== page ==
Zhang Heng, also known as Chang Heng, was an educated man during a time that western history paints as "barbaric."
Zhang Heng was originally a lowly civil servant in Nanyang, China, Henan province. He was basically an old-timey cop who also took care of people in his community.
However, his early interest in astronomy, mathematics, and engineering blossomed as he worked his day job while also taking breaks to study scripts and texts of local inventors at the time. He eventually became the Chief Astronomer of the Prefect of the Majors for Official Carriages for the imperial court. He later became a palace attendant to the elder scientists. This was all happening around 120-135 AD.
Heng is most famous for his extensive knowledge of mechanics in a time where technology was still a budding interest to the human race. He invented the world's first water-powered armillary sphere to assist his cohorts with astronomical observation.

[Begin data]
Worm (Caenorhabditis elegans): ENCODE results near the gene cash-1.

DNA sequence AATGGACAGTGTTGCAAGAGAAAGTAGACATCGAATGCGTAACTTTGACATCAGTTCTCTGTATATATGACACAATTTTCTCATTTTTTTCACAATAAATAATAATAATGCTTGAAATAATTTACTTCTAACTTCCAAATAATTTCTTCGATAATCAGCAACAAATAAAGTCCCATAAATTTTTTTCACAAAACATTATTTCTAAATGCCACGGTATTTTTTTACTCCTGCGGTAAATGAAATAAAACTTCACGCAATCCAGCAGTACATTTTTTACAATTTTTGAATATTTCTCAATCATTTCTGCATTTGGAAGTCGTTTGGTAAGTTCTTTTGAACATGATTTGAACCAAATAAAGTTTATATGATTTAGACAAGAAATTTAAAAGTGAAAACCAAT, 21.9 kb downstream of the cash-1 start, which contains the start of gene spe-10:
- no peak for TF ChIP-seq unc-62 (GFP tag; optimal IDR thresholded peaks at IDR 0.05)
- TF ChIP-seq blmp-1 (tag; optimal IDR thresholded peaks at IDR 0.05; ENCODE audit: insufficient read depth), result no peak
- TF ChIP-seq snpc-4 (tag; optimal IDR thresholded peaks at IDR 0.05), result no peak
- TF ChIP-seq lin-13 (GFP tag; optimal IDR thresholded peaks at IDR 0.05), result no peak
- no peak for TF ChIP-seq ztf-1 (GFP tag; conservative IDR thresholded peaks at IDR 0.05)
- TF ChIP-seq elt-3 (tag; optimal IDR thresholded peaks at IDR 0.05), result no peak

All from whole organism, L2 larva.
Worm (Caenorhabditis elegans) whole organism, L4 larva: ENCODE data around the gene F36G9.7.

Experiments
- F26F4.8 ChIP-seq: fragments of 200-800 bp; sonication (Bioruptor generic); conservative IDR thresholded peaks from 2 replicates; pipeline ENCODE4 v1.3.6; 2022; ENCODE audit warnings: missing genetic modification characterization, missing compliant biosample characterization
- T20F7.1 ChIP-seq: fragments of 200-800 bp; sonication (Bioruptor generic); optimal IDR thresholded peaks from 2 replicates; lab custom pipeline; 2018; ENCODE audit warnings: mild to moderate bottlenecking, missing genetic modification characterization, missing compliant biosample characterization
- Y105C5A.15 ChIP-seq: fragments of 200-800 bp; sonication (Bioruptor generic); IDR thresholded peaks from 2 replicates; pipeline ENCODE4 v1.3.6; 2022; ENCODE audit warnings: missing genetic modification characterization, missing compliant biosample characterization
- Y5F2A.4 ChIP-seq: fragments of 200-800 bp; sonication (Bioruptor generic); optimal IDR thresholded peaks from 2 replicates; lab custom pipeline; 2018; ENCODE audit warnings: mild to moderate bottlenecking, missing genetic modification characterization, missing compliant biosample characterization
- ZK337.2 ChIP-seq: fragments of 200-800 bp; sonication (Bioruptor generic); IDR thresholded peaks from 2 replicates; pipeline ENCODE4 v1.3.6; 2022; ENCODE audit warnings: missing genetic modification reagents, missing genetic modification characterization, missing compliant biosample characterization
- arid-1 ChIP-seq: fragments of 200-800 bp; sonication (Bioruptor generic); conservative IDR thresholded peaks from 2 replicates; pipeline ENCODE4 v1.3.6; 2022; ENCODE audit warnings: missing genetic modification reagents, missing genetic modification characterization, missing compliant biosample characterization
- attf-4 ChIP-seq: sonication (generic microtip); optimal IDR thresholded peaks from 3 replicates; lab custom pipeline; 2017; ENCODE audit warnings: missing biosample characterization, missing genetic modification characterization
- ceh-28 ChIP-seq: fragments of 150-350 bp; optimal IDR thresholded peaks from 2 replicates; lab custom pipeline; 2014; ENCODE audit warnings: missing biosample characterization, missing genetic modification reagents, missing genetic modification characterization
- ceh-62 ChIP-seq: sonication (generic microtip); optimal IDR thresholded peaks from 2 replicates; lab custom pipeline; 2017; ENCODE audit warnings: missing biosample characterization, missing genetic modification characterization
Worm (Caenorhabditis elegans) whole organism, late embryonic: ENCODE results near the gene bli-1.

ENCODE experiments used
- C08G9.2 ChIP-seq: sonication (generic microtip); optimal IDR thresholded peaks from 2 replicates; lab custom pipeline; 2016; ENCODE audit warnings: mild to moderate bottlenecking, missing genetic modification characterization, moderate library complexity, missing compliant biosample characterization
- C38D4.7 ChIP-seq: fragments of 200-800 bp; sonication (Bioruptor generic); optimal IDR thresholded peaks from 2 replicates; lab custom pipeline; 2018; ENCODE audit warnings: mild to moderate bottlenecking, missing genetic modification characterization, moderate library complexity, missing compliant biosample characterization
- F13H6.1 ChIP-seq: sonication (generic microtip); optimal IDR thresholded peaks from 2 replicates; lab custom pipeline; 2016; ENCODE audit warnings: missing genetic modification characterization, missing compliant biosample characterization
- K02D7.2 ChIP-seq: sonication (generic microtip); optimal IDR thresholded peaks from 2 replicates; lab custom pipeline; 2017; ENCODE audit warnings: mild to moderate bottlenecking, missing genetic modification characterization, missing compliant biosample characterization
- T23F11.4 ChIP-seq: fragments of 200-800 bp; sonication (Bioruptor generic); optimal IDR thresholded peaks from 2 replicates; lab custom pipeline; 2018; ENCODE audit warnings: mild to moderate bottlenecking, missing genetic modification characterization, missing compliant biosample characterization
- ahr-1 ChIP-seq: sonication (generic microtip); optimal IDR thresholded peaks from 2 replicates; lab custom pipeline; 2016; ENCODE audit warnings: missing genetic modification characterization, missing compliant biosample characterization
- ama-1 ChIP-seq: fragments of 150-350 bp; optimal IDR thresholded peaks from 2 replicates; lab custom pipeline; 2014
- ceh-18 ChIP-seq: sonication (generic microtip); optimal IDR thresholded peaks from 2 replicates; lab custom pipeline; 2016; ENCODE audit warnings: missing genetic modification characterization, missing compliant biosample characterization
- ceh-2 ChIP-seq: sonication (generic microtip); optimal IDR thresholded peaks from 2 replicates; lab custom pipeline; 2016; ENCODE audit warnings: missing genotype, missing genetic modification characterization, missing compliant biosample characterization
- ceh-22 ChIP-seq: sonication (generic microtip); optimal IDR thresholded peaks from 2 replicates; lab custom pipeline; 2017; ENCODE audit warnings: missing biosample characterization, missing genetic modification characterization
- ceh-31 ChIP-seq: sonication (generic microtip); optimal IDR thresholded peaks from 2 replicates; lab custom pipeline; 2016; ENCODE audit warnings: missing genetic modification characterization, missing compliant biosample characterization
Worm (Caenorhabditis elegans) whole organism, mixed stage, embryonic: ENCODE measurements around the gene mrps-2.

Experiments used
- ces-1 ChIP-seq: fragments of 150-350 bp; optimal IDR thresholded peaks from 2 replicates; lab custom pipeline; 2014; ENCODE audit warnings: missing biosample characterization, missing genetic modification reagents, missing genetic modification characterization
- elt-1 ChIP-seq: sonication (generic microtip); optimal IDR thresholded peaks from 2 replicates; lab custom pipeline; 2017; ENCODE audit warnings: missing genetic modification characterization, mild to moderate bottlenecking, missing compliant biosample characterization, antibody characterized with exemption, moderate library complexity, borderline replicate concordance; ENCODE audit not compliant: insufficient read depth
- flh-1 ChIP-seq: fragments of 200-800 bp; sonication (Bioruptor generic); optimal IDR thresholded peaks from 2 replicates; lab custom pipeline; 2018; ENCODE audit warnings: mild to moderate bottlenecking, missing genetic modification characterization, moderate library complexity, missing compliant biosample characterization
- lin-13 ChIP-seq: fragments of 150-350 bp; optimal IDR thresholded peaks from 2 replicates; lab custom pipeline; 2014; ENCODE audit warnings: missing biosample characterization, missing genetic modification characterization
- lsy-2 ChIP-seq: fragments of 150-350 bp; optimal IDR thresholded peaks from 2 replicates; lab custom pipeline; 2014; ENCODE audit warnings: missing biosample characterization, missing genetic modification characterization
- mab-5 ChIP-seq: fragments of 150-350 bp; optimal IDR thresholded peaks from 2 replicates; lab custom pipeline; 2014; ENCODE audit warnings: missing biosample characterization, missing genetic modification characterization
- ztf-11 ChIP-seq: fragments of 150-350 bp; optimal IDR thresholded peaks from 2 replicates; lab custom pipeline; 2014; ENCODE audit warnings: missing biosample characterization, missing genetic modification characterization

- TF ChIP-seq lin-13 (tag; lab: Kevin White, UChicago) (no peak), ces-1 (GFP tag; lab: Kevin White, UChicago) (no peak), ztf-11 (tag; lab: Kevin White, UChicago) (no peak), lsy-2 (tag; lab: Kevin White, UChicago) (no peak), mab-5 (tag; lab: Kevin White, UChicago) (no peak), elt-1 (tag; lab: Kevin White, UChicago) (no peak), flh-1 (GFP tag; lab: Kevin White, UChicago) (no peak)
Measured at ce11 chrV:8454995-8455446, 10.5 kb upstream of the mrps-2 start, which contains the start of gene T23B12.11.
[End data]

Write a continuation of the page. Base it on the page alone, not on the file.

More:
He also expanded on the original calculations of pi (which, mind you, were in the millions at that point).
But, his most famous invention was the world's first seismoscope, which had later been credited to Leonardo da Vinci. The seismoscope is an earthquake detector that could sense an earthquake up to 500 km (roughly 310 miles) away.
This was both earlier, and more impressive than the one that had been made several hundred years afterward.